On Saturday, January 21st, I marched down Market Street in San Francisco with about 150,000 other people in the women’s march, an event that took place in 673 other cities around the world. It was pouring rain, but the energy of the event was so emotional and inspiring, that I couldn’t help but feel a sense of hope and positivity, that even though we may have some dark days ahead of us, there are still so many people in the world who believe in equality and love.
I couldn’t help but think about my mother while I was marching. She was of the baby boomer generation and passed away when I was 17. She would have been 70 on the day of the march. I would never have referred to my mother as an activist in the traditional sense, but one thing she taught me from a very young age was that it was okay to call yourself a feminist.
I remember distinctly coming home one day after someone at my school had been talking negatively about women, saying that a woman could never be president because women were too emotional. Something about this didn’t seem right to me, and I asked her about it. She explained to me how women are viewed as lesser by many men and even some women. She introduced the idea to me that there were women who disagreed with that, that these women thought women and men should be treated as equals, and that these women were called, “feminists,” and, perhaps most importantly, that she was one of them.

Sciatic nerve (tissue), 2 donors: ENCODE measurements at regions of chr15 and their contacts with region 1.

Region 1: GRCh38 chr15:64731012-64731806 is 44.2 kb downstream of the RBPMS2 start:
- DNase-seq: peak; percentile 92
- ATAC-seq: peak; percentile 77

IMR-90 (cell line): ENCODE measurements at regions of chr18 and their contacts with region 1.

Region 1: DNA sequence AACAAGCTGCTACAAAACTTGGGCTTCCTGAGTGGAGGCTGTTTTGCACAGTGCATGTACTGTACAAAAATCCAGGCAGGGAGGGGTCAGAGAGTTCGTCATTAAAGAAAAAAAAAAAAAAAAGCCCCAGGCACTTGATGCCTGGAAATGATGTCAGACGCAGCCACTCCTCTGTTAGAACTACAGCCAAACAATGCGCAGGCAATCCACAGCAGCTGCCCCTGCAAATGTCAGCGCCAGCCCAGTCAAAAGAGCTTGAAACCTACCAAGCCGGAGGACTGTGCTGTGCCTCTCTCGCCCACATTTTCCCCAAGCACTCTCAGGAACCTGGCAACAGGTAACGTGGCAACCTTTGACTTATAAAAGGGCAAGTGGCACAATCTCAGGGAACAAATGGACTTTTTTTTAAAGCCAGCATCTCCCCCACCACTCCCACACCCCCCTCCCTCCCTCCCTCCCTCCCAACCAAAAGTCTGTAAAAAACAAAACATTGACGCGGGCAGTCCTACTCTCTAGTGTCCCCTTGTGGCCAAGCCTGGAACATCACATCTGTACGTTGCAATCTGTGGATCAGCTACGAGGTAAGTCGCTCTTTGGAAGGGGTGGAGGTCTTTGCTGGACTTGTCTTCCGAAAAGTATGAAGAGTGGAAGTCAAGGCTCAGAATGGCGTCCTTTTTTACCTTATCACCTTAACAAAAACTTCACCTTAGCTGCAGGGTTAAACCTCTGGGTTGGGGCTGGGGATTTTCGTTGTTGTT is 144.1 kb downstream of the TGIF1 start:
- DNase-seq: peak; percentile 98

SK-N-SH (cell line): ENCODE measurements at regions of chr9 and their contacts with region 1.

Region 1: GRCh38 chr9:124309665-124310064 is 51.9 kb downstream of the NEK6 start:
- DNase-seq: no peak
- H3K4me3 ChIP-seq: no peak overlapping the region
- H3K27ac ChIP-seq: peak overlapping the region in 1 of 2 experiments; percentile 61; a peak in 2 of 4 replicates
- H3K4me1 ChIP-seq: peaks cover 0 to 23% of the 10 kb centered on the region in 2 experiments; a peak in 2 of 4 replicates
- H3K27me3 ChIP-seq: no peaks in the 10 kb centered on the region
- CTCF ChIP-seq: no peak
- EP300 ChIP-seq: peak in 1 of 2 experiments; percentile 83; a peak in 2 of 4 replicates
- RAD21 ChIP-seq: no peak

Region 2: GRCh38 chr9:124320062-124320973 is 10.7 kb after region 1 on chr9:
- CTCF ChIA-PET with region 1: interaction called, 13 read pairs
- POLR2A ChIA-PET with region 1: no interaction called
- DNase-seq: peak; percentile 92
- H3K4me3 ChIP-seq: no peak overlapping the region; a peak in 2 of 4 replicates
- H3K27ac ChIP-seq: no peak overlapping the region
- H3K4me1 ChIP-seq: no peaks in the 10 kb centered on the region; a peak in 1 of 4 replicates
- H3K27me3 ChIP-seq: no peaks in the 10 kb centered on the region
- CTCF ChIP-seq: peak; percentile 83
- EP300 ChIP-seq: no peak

My mother wasn’t perfect by any means. She was incredibly insecure about her looks and what society thought about her place as a mother and wife and was embarrassed by some of the sacrifices she had made in her own life at the expense of pleasing a man, but she tried to correct a lot of her shortcomings by raising me to be a strong, confident woman. She made me believe that with hard work and grit, I could do whatever I wanted to do, that I didn’t have to choose between being beautiful and stylish and smart and ambitious, that I could be independent and make my own way.
I thought about my mother during the march because I’m not sure whether she would have marched or not. I like to think that she would have, that being around to see me grow into the independent woman that I am today might have made her less self-conscious, less afraid to rock the boat, more independent herself.
One thing I do know is that we have so much to be hopeful for with the next generation. I was inspired by all the young girls at the women’s march last Saturday. I was inspired that there are girls being exposed to strong, opinionated, independent women at such a young age. I was inspired that they are learning that they are worthy of opportunities and equality and that they are learning about female fellowship and love. Finally, I was inspired that there is a whole new generation of young women coming up in the world not afraid to fight or raise their voice or demand what they deserve, and I know that’s something both myself and my mom can be immensely proud of.
Image Courtesy of KQED.com
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